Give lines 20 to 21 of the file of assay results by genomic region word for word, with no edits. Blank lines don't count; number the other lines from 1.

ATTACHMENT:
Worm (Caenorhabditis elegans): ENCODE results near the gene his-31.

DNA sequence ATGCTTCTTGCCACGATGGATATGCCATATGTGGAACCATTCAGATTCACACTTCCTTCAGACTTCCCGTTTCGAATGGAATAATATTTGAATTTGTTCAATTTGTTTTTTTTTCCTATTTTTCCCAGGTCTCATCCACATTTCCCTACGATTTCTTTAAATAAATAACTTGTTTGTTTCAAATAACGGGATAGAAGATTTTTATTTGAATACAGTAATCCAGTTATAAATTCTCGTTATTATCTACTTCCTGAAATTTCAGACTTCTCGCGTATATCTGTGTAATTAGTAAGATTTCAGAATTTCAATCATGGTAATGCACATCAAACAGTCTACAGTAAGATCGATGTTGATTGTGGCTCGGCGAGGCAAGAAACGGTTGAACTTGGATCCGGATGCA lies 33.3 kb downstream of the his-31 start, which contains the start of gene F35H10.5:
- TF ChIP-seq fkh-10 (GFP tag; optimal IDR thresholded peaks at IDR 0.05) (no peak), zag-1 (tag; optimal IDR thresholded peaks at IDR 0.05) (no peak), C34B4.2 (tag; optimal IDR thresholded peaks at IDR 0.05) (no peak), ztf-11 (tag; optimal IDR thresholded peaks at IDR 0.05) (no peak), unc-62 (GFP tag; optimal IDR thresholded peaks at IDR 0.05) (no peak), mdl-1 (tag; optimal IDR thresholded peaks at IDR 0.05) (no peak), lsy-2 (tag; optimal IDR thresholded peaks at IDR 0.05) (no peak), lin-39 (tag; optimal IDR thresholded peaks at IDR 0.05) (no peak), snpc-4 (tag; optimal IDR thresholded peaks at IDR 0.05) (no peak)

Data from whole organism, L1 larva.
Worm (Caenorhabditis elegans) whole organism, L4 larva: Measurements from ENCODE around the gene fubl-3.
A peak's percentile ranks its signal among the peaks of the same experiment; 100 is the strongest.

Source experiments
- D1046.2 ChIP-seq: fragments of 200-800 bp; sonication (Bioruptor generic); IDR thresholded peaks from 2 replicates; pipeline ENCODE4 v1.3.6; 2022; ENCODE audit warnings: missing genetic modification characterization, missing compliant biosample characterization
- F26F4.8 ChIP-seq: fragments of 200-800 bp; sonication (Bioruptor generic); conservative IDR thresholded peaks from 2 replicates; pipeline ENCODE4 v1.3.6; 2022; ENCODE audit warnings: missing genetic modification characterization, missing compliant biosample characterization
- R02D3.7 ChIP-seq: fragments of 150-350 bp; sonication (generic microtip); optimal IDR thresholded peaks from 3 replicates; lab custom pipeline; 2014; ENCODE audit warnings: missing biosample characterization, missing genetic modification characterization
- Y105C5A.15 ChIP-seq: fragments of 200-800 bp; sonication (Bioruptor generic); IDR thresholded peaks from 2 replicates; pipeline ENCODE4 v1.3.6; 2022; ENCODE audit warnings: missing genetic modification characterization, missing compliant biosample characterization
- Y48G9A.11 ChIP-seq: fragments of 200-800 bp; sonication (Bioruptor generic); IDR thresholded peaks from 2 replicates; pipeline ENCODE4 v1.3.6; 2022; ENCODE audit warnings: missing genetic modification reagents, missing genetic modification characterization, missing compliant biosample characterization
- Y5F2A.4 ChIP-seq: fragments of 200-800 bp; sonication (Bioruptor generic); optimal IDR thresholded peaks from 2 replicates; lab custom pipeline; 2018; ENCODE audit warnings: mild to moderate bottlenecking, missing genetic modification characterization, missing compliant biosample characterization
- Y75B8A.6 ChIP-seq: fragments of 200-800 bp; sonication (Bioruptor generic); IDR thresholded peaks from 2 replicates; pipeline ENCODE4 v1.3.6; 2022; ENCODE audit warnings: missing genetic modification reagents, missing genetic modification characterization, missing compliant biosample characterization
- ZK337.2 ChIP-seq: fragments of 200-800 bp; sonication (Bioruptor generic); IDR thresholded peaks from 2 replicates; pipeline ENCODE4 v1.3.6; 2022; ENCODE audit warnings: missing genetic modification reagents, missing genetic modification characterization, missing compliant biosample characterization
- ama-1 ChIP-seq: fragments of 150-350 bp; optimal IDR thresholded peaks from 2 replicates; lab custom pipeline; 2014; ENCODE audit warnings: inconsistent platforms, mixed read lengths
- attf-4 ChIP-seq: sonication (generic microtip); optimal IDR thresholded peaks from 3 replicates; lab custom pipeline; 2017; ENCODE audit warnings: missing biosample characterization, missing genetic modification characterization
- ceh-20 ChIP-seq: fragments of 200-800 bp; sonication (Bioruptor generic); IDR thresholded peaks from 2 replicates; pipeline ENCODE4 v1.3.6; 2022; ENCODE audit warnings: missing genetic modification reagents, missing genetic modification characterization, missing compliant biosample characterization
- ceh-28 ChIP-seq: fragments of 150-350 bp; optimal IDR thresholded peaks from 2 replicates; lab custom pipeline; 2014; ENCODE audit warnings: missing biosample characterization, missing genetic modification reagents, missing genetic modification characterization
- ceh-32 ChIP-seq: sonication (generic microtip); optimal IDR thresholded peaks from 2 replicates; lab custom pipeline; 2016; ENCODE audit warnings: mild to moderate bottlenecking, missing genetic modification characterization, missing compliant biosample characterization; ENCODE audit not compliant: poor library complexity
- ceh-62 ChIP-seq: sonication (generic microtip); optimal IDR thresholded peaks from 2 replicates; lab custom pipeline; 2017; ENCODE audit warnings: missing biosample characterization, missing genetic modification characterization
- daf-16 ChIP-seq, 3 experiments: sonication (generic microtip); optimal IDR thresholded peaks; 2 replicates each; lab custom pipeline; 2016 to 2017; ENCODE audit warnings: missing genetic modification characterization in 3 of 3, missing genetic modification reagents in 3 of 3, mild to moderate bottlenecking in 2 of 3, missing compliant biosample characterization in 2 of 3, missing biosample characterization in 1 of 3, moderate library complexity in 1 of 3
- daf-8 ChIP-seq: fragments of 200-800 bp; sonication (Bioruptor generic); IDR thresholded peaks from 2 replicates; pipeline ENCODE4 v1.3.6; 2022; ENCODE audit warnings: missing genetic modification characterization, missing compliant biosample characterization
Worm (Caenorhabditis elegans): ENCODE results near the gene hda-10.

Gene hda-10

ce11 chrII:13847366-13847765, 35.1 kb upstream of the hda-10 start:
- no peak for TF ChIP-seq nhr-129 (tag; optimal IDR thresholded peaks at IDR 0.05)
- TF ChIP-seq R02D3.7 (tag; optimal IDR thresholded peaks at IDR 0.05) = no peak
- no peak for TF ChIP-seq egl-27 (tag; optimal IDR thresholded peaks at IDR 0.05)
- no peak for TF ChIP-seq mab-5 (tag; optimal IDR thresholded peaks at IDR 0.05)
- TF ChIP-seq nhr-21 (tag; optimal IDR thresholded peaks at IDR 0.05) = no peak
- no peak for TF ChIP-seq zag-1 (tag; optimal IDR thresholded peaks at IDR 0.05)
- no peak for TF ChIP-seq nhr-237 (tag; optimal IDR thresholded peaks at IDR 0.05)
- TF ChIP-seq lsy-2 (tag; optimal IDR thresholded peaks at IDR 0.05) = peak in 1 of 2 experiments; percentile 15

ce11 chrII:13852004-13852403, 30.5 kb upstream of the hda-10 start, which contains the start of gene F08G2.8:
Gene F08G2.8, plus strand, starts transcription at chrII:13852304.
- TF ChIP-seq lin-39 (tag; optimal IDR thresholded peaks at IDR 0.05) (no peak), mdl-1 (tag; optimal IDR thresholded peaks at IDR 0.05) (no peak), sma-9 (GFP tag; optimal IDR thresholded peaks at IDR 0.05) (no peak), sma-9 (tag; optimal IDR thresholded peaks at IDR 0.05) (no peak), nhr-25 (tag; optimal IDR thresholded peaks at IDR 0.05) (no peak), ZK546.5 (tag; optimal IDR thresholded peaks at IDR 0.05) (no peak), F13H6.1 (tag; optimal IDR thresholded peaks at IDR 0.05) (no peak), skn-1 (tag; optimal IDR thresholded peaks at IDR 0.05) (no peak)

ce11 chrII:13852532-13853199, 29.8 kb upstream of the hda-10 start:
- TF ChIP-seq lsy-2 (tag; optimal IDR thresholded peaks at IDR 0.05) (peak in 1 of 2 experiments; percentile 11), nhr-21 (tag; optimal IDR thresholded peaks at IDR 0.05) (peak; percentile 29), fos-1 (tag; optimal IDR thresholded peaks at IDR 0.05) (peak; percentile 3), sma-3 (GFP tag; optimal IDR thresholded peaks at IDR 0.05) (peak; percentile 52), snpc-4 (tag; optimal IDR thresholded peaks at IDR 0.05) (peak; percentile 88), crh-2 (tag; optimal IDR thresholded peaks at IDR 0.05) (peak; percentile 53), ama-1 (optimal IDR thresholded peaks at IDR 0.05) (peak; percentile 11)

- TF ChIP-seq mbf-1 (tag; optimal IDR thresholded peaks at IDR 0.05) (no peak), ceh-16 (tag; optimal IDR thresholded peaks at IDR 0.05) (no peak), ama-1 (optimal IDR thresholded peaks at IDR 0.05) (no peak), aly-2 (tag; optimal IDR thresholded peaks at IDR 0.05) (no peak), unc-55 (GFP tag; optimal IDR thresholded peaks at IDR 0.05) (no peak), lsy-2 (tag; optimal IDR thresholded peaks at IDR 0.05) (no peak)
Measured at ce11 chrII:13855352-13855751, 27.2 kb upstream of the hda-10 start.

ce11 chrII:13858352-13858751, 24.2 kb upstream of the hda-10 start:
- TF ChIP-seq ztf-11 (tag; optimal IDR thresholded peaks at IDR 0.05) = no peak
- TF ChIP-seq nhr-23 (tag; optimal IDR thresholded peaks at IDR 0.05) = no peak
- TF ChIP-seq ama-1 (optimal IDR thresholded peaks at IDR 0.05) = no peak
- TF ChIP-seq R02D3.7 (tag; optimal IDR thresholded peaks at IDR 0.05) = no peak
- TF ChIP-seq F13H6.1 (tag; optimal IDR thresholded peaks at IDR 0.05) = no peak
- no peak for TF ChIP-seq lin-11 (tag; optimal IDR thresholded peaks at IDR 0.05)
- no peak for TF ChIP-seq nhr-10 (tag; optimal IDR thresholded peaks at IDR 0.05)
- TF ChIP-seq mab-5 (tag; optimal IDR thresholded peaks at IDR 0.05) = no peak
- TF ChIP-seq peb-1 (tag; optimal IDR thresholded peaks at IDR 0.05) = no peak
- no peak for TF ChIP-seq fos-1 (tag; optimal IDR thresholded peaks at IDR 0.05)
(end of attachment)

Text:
- ceh-32 ChIP-seq: sonication (generic microtip); optimal IDR thresholded peaks from 2 replicates; lab custom pipeline; 2016; ENCODE audit warnings: mild to moderate bottlenecking, missing genetic modification characterization, missing compliant biosample characterization; ENCODE audit not compliant: poor library complexity
- ceh-62 ChIP-seq: sonication (generic microtip); optimal IDR thresholded peaks from 2 replicates; lab custom pipeline; 2017; ENCODE audit warnings: missing biosample characterization, missing genetic modification characterization